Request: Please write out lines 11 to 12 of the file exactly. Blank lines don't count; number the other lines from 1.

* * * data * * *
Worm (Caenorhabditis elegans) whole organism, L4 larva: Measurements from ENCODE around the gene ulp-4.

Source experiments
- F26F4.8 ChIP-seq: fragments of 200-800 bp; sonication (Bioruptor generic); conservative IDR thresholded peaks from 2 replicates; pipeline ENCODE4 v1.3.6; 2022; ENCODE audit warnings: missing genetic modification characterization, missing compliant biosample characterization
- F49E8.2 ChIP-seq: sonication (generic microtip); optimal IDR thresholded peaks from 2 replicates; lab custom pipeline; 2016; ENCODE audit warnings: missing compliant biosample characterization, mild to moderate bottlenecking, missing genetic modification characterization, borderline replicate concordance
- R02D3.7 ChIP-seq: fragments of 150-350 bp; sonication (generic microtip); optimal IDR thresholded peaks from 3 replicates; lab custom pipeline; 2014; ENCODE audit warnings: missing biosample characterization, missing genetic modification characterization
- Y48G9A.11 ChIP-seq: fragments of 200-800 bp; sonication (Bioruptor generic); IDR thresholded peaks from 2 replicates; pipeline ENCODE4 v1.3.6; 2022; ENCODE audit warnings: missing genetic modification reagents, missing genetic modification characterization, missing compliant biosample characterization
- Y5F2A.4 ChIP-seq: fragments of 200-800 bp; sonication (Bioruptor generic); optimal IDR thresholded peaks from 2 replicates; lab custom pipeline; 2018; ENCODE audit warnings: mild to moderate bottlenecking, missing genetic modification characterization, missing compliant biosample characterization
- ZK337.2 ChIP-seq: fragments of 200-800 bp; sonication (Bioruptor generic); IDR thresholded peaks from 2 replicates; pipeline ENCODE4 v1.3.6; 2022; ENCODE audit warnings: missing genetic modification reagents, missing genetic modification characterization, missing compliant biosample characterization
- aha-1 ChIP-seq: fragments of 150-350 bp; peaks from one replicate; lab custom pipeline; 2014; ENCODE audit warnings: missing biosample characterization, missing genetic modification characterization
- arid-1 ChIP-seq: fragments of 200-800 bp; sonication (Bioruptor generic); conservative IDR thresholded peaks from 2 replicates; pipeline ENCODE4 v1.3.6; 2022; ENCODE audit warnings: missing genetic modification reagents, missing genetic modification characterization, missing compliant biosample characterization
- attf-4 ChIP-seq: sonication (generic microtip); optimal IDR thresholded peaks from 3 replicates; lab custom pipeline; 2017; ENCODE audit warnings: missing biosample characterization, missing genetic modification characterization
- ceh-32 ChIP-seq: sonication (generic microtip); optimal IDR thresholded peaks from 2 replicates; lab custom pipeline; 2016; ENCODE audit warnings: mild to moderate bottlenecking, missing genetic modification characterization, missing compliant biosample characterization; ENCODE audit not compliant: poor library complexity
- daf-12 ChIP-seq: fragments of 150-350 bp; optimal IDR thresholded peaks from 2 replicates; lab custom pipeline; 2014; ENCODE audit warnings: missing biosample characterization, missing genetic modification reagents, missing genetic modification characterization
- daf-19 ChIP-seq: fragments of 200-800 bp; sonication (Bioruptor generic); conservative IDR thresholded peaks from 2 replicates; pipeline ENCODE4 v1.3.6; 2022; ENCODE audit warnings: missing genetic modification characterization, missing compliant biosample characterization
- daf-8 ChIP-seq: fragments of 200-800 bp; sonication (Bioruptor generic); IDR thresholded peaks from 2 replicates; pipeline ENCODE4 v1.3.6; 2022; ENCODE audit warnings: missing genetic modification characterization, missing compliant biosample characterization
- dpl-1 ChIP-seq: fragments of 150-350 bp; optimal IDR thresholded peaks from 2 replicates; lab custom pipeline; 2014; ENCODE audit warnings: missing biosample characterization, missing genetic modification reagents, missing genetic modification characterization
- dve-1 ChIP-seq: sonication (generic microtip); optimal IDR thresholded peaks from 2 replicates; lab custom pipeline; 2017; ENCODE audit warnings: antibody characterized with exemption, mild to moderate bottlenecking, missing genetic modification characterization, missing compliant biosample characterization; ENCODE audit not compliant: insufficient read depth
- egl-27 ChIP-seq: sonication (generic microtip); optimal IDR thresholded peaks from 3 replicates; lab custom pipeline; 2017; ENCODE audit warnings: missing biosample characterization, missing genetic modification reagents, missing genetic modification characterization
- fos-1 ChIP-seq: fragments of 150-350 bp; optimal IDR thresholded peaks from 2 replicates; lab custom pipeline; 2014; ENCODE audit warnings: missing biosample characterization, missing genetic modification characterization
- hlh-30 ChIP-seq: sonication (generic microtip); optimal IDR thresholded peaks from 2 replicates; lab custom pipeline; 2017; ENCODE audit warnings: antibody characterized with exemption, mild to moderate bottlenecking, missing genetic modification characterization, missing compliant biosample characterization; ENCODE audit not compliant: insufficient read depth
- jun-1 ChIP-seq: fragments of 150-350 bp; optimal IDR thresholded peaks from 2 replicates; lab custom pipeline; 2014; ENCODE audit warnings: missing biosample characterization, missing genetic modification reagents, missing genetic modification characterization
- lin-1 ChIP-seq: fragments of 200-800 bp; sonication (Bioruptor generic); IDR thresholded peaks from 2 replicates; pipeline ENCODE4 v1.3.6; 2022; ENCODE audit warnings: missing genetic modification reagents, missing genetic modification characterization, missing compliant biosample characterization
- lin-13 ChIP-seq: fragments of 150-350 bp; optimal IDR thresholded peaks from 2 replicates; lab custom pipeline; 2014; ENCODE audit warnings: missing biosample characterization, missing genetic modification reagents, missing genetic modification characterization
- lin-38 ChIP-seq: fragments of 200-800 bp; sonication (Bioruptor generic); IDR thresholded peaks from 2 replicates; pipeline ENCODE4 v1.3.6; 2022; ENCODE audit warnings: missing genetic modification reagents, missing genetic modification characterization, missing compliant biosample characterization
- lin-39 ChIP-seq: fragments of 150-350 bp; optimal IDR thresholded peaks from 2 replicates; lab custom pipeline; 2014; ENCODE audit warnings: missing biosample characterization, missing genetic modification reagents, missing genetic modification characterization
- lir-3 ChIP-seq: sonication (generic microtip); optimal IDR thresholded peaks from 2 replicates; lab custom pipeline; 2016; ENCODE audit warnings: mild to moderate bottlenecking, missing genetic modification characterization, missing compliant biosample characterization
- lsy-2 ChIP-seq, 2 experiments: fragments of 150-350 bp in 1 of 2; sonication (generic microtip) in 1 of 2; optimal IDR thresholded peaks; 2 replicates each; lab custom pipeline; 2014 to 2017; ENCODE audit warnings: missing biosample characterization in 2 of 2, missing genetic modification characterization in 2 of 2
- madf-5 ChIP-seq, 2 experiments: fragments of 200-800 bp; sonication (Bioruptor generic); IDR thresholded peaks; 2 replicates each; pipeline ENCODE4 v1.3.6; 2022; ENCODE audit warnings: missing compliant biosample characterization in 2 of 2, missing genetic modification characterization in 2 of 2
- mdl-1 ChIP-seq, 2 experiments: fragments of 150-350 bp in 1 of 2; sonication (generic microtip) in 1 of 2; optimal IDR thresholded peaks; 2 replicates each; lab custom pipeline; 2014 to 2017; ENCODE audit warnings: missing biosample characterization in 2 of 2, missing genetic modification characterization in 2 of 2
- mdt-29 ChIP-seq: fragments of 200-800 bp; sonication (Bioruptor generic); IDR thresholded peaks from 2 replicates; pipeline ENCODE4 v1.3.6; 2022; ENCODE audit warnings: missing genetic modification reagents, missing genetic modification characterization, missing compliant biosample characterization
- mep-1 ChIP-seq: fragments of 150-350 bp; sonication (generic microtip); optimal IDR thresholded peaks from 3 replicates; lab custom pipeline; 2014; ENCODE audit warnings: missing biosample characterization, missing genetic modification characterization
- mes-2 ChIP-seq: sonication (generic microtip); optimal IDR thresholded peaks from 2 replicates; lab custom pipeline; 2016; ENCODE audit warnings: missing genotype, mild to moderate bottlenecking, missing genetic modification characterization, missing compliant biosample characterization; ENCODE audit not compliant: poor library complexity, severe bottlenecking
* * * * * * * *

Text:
- attf-4 ChIP-seq: sonication (generic microtip); optimal IDR thresholded peaks from 3 replicates; lab custom pipeline; 2017; ENCODE audit warnings: missing biosample characterization, missing genetic modification characterization
- ceh-32 ChIP-seq: sonication (generic microtip); optimal IDR thresholded peaks from 2 replicates; lab custom pipeline; 2016; ENCODE audit warnings: mild to moderate bottlenecking, missing genetic modification characterization, missing compliant biosample characterization; ENCODE audit not compliant: poor library complexity